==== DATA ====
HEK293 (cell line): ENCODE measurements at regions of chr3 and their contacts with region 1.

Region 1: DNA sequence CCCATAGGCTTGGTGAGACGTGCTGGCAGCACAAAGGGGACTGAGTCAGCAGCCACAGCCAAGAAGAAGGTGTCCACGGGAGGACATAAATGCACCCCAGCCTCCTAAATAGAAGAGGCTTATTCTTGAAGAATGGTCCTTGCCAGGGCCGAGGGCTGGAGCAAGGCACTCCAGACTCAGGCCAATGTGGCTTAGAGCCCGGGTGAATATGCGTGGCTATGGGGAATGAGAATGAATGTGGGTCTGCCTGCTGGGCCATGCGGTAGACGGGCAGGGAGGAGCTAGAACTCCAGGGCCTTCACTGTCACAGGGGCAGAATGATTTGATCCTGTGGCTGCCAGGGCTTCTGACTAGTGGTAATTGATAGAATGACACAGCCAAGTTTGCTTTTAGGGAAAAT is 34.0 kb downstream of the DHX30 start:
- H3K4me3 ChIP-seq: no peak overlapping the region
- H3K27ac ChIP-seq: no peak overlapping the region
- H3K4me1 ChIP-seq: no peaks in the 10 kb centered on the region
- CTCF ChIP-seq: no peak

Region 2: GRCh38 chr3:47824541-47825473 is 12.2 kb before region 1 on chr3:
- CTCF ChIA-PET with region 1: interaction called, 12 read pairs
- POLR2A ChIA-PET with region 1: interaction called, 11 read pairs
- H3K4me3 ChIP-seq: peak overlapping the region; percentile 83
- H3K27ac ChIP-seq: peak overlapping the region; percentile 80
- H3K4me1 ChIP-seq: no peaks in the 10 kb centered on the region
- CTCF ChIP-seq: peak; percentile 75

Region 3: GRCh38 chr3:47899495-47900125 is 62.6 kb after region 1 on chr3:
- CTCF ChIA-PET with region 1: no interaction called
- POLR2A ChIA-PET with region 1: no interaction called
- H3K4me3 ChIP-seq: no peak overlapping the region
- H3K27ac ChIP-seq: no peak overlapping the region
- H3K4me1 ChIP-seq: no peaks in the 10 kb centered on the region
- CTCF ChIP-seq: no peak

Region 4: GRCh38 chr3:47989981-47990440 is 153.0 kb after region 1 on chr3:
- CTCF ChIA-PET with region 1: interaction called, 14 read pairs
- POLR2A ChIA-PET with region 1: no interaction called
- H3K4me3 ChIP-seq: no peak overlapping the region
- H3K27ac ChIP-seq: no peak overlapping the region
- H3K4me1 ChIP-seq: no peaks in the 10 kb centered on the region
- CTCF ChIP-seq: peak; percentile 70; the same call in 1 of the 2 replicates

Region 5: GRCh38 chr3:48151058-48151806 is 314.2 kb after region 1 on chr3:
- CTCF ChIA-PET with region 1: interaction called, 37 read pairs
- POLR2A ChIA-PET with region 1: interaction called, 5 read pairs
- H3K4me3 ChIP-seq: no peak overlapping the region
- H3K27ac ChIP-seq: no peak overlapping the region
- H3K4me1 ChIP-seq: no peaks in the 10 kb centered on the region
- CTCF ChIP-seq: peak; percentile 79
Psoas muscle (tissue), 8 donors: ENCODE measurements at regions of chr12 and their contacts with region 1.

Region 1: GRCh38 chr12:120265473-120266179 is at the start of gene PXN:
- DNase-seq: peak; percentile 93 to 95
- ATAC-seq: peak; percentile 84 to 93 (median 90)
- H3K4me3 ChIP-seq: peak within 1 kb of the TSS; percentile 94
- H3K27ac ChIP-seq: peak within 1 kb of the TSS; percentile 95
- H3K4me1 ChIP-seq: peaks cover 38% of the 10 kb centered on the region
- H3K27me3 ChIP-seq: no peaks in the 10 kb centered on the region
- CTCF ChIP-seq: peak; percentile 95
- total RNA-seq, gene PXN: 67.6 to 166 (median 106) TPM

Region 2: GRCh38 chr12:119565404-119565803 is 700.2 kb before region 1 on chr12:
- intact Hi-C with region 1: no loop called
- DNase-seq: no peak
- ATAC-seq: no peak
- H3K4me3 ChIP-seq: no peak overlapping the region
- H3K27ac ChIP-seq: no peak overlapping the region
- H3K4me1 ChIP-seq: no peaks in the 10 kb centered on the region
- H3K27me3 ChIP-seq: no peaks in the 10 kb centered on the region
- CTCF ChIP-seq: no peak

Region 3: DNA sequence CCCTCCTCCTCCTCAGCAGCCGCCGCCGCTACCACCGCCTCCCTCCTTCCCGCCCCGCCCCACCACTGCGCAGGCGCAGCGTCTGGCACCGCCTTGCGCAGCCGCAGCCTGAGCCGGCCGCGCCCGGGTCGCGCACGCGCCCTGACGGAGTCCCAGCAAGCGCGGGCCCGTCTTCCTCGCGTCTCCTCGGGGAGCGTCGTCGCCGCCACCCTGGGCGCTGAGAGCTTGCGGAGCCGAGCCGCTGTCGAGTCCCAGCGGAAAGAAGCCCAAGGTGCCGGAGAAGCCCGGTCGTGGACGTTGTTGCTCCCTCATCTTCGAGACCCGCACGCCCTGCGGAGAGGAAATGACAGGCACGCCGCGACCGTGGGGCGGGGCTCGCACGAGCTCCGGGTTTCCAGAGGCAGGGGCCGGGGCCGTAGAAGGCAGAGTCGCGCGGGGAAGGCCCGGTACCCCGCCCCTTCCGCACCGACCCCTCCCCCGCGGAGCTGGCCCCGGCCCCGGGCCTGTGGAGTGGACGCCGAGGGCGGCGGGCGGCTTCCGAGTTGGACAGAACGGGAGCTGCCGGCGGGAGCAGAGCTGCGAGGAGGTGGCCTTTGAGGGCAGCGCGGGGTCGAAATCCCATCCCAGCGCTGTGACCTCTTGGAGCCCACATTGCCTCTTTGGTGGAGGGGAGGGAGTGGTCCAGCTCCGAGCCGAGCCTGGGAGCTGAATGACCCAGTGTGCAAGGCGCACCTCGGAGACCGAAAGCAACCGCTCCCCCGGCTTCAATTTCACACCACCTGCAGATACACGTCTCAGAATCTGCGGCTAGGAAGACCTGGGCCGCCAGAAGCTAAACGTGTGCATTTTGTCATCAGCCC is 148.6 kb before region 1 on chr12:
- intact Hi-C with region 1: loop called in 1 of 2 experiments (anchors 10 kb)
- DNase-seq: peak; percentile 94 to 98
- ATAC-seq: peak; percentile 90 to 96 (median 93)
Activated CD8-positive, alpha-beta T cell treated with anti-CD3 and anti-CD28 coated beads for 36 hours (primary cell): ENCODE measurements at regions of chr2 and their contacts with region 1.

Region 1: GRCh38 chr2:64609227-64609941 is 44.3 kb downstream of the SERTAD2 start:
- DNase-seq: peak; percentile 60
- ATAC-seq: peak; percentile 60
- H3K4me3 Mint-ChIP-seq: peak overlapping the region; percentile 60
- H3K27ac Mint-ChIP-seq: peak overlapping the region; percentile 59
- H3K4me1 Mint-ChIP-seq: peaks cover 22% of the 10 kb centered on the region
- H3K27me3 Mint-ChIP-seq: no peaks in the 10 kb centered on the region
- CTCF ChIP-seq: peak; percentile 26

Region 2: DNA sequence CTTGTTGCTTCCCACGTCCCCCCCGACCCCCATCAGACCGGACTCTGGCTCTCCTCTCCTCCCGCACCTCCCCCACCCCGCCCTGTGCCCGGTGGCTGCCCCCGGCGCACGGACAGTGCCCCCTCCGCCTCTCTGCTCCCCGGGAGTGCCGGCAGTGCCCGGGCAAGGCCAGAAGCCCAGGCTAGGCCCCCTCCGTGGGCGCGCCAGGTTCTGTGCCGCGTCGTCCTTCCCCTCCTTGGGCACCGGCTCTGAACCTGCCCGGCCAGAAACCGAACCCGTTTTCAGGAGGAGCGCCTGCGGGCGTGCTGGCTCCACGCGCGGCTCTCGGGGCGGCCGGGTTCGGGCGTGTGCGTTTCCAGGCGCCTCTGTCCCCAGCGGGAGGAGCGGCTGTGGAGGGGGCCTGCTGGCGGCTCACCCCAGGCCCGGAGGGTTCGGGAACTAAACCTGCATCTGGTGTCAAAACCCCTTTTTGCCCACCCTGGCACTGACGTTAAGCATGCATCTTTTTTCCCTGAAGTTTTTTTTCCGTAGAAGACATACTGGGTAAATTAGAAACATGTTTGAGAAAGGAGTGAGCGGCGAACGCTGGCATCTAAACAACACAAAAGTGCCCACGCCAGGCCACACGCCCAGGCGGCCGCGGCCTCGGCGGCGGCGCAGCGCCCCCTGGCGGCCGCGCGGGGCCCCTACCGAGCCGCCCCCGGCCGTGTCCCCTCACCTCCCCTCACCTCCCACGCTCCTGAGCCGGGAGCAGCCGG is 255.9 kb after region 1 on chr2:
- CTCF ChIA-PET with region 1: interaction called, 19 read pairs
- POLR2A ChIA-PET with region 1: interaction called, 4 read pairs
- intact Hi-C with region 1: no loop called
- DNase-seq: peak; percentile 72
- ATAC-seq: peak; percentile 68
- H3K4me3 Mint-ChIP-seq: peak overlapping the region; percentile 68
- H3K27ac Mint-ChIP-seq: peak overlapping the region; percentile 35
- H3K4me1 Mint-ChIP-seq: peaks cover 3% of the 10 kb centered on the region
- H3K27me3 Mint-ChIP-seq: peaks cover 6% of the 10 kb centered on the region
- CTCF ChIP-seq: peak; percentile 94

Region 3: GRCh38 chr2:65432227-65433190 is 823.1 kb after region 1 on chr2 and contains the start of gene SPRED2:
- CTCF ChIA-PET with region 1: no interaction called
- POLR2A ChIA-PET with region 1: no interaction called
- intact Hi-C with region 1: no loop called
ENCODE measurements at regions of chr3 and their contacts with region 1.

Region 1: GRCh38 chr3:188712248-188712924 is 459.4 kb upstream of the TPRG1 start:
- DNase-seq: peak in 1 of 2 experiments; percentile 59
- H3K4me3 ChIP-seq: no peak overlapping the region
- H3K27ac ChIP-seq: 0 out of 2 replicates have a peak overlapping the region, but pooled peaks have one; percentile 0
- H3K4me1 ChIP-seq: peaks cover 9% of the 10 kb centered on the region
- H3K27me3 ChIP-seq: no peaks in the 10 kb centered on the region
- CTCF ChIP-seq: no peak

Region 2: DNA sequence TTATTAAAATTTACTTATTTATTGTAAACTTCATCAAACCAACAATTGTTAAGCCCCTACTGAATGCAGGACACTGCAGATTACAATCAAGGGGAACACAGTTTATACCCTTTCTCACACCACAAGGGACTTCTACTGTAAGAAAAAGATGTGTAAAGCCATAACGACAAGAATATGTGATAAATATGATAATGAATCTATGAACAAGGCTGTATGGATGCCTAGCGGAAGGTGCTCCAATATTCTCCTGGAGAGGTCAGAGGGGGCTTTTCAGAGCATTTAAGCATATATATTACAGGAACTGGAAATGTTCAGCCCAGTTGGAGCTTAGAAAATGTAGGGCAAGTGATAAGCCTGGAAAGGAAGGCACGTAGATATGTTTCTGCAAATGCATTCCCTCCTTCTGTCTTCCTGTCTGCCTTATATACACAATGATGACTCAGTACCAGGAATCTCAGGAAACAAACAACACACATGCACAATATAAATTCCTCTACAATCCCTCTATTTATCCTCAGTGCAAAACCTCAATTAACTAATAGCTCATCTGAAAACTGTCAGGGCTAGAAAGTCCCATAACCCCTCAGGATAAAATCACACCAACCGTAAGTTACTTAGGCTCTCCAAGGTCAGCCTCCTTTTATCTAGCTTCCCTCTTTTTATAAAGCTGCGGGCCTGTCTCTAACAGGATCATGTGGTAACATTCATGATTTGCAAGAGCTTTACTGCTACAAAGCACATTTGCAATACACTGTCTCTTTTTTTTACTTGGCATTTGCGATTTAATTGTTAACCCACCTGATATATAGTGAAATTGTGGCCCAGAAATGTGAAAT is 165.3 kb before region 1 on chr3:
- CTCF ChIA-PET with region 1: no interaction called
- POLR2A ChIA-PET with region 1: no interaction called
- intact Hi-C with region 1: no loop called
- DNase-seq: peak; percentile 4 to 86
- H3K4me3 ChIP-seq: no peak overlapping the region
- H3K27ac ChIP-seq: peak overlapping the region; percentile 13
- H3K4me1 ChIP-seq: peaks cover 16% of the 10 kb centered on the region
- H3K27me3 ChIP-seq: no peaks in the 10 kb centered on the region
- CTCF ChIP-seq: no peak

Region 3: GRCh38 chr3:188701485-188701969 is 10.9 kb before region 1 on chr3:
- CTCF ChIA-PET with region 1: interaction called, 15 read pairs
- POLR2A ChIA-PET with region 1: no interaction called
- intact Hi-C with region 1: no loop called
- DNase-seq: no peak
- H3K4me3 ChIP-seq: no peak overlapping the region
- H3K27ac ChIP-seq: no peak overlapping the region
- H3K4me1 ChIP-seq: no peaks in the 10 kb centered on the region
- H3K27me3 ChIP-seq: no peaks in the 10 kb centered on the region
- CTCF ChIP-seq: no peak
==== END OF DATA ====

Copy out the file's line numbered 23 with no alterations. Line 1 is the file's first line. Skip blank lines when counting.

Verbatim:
- POLR2A ChIA-PET with region 1: no interaction called